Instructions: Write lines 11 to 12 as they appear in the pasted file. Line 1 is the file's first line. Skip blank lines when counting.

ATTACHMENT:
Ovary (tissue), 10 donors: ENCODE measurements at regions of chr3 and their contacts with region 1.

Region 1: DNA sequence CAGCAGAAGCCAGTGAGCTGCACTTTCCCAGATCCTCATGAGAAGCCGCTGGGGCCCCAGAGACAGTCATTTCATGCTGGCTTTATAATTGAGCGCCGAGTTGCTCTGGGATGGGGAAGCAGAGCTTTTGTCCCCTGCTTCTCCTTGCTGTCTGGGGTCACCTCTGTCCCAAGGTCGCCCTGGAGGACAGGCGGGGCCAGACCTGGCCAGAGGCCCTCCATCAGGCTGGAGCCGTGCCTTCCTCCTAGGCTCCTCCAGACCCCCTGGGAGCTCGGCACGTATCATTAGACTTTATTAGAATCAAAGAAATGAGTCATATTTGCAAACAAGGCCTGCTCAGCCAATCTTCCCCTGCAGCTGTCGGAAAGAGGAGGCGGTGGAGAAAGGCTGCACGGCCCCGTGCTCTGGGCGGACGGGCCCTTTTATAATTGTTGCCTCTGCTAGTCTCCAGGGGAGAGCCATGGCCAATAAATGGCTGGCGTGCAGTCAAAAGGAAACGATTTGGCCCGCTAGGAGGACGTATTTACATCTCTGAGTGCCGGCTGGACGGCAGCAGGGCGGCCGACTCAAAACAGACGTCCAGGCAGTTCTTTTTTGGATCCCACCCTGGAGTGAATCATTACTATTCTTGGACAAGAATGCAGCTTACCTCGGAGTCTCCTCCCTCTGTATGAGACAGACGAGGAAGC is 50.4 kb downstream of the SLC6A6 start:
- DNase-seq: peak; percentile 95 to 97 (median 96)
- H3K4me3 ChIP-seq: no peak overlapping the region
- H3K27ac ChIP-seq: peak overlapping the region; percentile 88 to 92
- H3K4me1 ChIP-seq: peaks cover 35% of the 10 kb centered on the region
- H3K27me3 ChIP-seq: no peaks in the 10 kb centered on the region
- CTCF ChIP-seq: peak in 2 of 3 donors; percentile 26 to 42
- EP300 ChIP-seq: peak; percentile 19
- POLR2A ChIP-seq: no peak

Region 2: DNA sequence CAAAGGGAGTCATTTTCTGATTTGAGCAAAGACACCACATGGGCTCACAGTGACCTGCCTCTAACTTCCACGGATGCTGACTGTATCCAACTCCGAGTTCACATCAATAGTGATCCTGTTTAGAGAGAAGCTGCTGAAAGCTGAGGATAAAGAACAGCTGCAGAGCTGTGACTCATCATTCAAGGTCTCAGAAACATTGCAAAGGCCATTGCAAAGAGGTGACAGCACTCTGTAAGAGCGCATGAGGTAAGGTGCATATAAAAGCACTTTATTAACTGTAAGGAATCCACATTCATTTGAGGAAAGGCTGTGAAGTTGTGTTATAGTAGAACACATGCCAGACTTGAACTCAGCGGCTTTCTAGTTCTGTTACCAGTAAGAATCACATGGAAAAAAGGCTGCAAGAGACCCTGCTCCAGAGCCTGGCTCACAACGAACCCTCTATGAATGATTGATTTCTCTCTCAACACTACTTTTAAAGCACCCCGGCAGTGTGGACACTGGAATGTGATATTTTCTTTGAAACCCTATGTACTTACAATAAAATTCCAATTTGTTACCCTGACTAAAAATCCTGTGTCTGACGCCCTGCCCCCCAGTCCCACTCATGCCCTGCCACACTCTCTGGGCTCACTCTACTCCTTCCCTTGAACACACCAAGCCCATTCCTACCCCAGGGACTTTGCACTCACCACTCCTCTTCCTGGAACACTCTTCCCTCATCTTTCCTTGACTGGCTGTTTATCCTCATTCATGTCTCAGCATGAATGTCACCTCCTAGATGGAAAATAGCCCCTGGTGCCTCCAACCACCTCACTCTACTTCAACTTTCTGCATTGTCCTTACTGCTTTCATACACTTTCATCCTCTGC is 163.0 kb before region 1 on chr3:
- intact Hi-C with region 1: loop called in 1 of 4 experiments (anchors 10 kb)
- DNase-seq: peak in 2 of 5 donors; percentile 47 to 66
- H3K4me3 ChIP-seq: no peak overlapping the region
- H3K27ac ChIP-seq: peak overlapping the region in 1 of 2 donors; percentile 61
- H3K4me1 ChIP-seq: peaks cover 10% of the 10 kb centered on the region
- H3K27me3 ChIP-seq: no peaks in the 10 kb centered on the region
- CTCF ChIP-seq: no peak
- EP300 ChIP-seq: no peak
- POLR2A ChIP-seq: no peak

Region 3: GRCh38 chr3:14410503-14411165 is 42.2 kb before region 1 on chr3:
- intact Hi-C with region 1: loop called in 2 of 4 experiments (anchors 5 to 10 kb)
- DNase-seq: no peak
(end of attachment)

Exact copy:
Region 2: DNA sequence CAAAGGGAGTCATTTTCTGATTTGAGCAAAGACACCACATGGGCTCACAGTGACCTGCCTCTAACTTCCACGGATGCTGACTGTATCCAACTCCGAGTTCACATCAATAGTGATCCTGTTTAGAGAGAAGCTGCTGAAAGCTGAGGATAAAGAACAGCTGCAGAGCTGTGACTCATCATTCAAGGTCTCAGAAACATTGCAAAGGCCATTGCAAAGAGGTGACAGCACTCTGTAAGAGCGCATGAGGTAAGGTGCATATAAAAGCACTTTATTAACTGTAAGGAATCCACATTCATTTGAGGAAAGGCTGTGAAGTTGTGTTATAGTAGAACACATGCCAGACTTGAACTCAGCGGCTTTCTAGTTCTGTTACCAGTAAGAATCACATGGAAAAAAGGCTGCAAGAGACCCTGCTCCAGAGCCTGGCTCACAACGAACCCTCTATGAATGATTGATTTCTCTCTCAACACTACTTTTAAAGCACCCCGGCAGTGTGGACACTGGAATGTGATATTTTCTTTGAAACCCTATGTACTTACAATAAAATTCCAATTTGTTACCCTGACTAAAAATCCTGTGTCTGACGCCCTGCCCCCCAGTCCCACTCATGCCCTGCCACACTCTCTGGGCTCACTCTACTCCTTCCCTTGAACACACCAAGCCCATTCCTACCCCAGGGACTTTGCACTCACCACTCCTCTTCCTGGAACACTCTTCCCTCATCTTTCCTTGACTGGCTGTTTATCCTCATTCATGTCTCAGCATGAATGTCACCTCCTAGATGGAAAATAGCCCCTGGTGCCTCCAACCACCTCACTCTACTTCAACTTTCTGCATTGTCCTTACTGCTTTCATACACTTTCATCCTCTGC is 163.0 kb before region 1 on chr3:
- intact Hi-C with region 1: loop called in 1 of 4 experiments (anchors 10 kb)